Nachos of Desperation
Dipping into the heat, the sweet, and the funk of the creative process
There is salsa from a jar that’s poured over late-night nachos, the instant kind made from microwaving ripped-up cheese slices on the last broken chips in the bag, assembled while in a fit of chaos. And then there is salsa that blooms on your tongue, where the flavors build in waves and linger aggressively, daring you to dip again. The heat taunts pleasure and whispers punishment. I consume both with equal gusto. They serve different purposes in life, and in all forms, salsa is the perfect food—a balance of salt, acid, heat, and the occasional sweet.
But the latter kind requires intention and patience and has no place on my nachos of desperation. I learned how to make such a salsa in a cooking class I took in Mexico several years ago. All my previous attempts at “salsa” were always pico de gallo-style roughly chopped vegetables with salt and lots of lime, thrown together as the quickest way to get to dipping. In this class, we not only chopped, but we charred and cooked the vegetables, softening them up before blending them. To me, it looked ready to eat—and I was ready to eat—but what surprised me was the second round of heat required in the recipe. Once smooth and incorporated, the mixture returned to the stove to simmer for longer, brought to the point where bubbles would slowly rise, laboriously pop, and leave soft craters on the surface. At this point, my eyes watered from the aftermath of chopping onions and the capsaicin released from the peppers, but from the aromas I knew this would be something worth crying over. As it simmered, the heat deepened the taste, releasing more of its potential. In the final step, we let it cool for the flavors to bind, for the texture to settle, for the salsa to rest.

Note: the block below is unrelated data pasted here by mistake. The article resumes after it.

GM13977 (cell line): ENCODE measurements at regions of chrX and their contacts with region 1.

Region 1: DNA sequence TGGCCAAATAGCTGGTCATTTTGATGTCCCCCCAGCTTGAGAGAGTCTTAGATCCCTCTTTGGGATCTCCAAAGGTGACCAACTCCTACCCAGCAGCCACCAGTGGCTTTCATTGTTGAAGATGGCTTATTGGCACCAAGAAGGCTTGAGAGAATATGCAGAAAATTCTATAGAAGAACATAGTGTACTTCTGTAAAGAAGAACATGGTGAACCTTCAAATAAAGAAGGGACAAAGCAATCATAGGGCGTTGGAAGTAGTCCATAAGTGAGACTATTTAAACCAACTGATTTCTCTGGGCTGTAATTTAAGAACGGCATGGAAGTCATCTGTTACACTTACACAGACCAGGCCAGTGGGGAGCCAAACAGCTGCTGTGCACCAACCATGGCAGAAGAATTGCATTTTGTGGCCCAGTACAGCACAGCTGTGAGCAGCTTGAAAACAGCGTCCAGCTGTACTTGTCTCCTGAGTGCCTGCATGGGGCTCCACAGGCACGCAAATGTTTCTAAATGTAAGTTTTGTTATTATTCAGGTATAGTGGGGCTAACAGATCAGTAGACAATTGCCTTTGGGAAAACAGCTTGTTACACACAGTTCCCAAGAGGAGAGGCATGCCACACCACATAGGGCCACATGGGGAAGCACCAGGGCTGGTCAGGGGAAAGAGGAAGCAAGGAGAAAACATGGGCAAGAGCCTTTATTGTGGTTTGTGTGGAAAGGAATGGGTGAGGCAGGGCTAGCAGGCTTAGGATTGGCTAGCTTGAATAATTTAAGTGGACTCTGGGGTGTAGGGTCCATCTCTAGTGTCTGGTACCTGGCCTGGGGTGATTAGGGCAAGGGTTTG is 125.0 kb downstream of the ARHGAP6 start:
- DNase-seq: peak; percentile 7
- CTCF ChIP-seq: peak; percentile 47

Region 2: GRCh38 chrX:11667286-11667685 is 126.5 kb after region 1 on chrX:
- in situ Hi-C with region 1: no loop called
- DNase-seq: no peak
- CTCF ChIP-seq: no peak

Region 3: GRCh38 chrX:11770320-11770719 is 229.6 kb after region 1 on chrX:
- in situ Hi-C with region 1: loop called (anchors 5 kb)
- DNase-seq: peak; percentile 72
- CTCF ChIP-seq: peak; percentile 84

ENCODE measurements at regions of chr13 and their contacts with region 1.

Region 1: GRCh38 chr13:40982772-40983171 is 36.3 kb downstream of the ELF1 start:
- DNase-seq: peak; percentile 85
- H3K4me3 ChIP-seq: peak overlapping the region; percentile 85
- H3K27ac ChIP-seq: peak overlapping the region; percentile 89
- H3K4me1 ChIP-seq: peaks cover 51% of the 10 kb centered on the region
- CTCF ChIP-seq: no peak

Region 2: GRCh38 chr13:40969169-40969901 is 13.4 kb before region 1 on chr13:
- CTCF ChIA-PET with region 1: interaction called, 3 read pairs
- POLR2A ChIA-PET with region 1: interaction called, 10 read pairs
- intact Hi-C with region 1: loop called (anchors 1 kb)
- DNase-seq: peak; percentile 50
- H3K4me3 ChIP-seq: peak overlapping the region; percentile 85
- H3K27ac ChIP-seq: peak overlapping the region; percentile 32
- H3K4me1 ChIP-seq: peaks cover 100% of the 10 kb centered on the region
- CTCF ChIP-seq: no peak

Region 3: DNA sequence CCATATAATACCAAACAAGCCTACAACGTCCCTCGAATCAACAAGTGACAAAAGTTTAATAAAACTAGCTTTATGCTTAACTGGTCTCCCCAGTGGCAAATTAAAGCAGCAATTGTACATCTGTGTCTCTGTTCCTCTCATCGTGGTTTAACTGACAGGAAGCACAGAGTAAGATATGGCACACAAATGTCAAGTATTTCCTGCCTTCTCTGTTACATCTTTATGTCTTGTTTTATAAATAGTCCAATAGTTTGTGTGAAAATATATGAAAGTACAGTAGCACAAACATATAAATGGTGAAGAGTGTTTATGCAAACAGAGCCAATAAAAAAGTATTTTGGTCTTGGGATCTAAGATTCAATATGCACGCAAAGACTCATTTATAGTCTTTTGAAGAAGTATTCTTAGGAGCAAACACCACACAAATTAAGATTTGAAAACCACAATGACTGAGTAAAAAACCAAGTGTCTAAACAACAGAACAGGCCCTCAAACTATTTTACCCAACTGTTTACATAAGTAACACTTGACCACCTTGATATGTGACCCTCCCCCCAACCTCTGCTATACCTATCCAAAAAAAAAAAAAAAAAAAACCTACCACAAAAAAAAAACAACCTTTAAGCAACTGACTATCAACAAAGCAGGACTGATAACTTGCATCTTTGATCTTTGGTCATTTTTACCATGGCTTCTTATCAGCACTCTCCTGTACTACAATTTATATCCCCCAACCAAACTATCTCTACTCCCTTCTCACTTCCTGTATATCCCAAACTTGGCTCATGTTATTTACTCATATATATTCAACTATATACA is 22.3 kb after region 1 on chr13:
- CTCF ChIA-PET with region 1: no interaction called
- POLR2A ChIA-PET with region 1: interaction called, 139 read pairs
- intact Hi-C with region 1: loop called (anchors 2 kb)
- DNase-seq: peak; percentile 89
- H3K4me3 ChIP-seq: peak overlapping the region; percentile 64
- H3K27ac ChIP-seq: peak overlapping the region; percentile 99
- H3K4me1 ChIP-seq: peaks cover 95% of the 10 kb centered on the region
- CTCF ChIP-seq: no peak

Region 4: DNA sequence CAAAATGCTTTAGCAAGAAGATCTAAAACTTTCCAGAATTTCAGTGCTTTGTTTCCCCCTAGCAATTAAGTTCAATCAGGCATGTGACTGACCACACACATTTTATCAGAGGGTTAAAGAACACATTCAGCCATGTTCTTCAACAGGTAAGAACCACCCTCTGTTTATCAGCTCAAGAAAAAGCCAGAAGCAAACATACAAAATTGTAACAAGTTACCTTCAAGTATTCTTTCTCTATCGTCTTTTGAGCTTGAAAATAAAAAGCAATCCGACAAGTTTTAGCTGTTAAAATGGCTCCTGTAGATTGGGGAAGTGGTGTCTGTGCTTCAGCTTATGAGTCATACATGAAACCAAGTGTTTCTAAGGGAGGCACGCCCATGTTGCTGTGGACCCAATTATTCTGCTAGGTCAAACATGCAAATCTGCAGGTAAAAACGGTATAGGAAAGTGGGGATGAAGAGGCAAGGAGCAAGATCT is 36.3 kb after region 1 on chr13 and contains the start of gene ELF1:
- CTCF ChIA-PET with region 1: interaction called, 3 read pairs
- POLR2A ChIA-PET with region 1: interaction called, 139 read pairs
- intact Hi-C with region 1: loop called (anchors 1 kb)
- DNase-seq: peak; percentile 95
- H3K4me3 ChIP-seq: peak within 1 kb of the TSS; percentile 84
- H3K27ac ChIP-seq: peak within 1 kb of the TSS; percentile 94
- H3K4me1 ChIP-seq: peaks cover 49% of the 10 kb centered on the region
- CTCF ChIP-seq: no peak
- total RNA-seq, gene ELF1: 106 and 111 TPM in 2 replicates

Last Saturday, something my friend said yanked me back to this memory of me tending to a bubbling pot of habanero magma. We were catching up with each other and she asked me how writing was going. Something about the process of writing and making that salsa clicked in my head—but put that on the back burner for now.
I think about creativity a lot and how I can hack my lifestyle to optimize my creative output, especially when I’m feeling stuck, tired, or uninspired. I’m always curious to know how others approach their creative process in order to learn how I can enhance my own. But at the end of the day, all insights, advice, and philosophies boil down to one thing—just do it. Just do it! Just f*#%ing do it! I tell myself this and I do ‘do it,’ but the projects that I feel forced to finish sometimes lack a certain spark. I’m most proud of the projects I feel connected to during the process. I’m not sure if the audience perceives the difference—but I know. So really, it’s ‘just do it’ and also, ‘just enjoy it,’ but how do you hit the right balance?
I told my friend Emily over dinner last weekend how I’ve been feeling more anxious about writing and how that manifests into a weekly cadence of spiraling out. She smiles thoughtfully and acknowledges this by referring to the slew of texts I send her (and other supportive friends) mid-week that range from distracted to lethargic to panicked.
Exhibit A: Being annoying
Exhibit B: Feeling burned out
Exhibit C: “UGHGGHGUGHGHG”
Then she hits me with:
“But it seems like you have to reach this boiling point, it’s kind of part of your process.”
Damn! Jump cut to the salsa memory and I realize what my weekly meltdowns are really about. It’s the second round of heat, the extra, surprise step that releases deeper flavors, ideas, and emotions. I’ll be honest, it drives me nuts—but the final work ends up being that much more satisfying when I let myself reach this boiling point. I’m learning to embrace it as part of the recipe.
I know I’m not alone when I talk about feeling the anxiety that comes with not only writing, but all creative work—worrying about what people think, squirming about putting yourself out there, stressing out about deadlines, fearing the work isn’t good enough, being drained of ideas, etc. I also know that in reality, I am imposing most of that pressure onto myself and can take agency back once I A. get over myself and B. get some perspective. The ‘just do it’ attitude helps me to get started on a project, but it’s not a sustainable mantra throughout the process. The ‘doing’ is not just about the actual production or execution—it’s also in the ways you learn how to release and enhance the flavors. I don’t mean this as advice since understanding what works best for you is a personal experiment, but I do think leaning into the tensions reveal a lot. (Nachos of desperation also unlock many things.)